Jesus People USA

Jesus People USA (JPUSA) is a Christian intentional community in Uptown, on the North Side of Chicago, Illinois. It was founded in 1972 , came out of the Jesus Movement, and is one of the few remaining communes from that movement. In 1989, JPUSA joined the Evangelical Covenant Church as a member congregation, and currently has eight pastors credentialed with the ECC. The community organizes the annual Cornerstone Festival


Cornerstone magazine and the Christian rock band the Rez Band are part of the JPUSA community. In recent years, Rez disbanded, but Glenn Kaiser continues touring and playing both solo and with the blues-based GKB (Glenn Kaiser Band). JPUSA also has its own recording company, Grrr Records JPUSA was once the home of singer/songwriter Daniel Smith.

JPUSA runs an extensive program for Chicago-area homeless women and children, Cornerstone Community Outreach Some of the ministries involved with CCO are Sylvia Center (interim housing for families), Naomi's Place (an overnight women's drop-in shelter), and Brothas & Sistas United (an alternative youth program). A more complete list of CCO programs is here


Enroth Controversy

In 1993, JPUSA elders learned that Dr. Ronald Enroth's was researching a sequel to his book Churches That Abuse, which was said to mention issues of abuse within JPUSA. Despite efforts of elders to convince Enroth to edit JPUSA out of the book, in 1994 it was released and included a full chapter of accounts of alleged abuse within the group. The release of the book set off a "firestorm of debate among religious scholars." JPUSA elders referred to the book as "poison in the well," Ruth Tucker, a professor at Trinity Evangelical Divinity School defended the movement saying Enroth was "sadly misdirected and his research methods seriously flawed," while Paul R. Martin, the director of Wellspring Retreat and Resource Center, one of the few residential treatment centers in the world for former members of "abusive groups," supported Enroth's findings, saying that his facility had seen a flood of requests for help from former members and that JPUSA "displays virtually every sign that I watch for in overly authoritarian and totalistic groups." Ronald Enroth himself responded to JPUSA in the book, in part, with:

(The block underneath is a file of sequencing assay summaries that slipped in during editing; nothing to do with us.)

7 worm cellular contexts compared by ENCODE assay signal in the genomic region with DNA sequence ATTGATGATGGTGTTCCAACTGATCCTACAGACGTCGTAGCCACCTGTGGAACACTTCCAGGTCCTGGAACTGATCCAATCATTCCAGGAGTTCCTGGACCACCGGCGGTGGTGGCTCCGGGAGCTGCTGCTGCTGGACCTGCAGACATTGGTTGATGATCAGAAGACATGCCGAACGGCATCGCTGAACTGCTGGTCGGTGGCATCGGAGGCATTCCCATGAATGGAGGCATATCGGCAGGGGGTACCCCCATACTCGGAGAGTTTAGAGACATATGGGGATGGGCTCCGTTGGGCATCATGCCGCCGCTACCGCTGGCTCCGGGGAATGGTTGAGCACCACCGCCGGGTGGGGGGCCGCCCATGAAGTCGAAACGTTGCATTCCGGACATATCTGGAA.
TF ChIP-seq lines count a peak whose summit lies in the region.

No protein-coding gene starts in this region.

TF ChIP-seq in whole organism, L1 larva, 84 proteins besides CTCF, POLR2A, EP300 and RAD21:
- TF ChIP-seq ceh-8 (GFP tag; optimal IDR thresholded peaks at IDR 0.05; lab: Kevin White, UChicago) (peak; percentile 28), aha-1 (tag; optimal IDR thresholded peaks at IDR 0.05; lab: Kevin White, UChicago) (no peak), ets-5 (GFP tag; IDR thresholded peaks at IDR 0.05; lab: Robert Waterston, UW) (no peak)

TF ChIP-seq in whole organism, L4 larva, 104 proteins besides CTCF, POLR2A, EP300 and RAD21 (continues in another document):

"There has been much correspondence between leaders of the Covenant Church and JPUSA and me since I began to do the research for this book. They have questioned the integrity of my reports, the reliability of my respondents, and my sociological methodology, but I have conducted more than seventy hours of in-depth interviews and telephone conversations with more than forty former members of JPUSA. They have also largely discounted the reports of abusive conditions past and present in the JPUSA community. ... Unwilling to admit serious deficiencies and insensitivity in their pastoral style, the leaders of JPUSA have instead sought to discredit the former members who have cooperated with my research efforts.
As a result of the book's mention of JPUSA, according to a later newspaper article, "scores" of members decided to leave the group.

Chicago Tribune criticism

In 2001, the Chicago Tribune published a two-part article primarily critical of the movement, with quotes from several ex-members accusing the group of authoritarian practices. One of the JPUSA activities criticized in the article includes "adult spankings," in which a system of corporal punishment was employed as punishment for adult members of the group. The practice was eventually abandoned by the group, with leaders citing the practice as reflective of how "spiritually immature" the group was at the time.

JPUSA issued a response to the two-part article, found on their website, which accuses the article of "anti-religious bias and cultural intolerance."


  • Young, Shawn David, M.A., Hippies, Jesus Freaks, and Music (Ann Arbor: Xanedu/Copley Original Works, 2005). ISBN 1-59399-201-7


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